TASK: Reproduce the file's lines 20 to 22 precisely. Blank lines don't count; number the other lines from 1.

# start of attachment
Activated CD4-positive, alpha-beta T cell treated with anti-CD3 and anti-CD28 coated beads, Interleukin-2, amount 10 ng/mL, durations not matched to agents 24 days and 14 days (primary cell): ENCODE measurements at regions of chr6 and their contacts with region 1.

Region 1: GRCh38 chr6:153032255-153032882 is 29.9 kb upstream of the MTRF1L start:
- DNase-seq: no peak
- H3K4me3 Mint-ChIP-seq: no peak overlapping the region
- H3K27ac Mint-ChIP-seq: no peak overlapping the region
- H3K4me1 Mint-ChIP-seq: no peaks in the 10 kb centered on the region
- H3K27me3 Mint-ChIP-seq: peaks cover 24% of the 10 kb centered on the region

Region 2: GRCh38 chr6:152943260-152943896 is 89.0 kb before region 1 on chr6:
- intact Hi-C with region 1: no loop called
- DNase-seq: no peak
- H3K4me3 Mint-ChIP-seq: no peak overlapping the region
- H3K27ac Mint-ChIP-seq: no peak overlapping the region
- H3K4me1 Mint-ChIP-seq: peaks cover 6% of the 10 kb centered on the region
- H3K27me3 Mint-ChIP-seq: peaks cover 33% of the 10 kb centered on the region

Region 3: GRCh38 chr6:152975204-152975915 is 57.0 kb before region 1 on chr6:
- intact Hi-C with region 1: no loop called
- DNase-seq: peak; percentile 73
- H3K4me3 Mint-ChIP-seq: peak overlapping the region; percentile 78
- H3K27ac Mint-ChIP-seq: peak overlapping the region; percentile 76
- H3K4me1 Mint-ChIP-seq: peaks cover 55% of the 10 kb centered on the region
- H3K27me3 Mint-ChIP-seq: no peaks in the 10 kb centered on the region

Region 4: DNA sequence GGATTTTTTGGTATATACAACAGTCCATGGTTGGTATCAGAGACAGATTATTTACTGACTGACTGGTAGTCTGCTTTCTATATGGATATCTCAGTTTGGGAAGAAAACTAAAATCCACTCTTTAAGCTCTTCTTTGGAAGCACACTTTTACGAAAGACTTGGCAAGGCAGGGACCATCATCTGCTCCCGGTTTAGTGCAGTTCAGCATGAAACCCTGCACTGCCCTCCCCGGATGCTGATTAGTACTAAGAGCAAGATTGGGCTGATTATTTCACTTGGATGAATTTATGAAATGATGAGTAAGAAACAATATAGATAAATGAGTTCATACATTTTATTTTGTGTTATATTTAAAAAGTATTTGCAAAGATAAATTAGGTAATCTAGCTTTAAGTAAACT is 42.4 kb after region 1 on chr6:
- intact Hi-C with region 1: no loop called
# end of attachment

- H3K4me1 Mint-ChIP-seq: peaks cover 55% of the 10 kb centered on the region
- H3K27me3 Mint-ChIP-seq: no peaks in the 10 kb centered on the region

Region 4: DNA sequence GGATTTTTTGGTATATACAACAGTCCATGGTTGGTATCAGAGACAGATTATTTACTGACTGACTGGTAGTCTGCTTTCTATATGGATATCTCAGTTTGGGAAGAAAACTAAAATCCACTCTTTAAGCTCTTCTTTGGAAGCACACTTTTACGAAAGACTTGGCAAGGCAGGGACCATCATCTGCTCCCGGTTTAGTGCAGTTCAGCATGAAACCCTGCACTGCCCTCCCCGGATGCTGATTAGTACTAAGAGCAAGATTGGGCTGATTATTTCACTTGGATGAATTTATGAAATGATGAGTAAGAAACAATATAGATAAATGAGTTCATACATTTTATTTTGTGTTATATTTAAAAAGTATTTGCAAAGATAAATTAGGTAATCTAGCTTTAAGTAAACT is 42.4 kb after region 1 on chr6: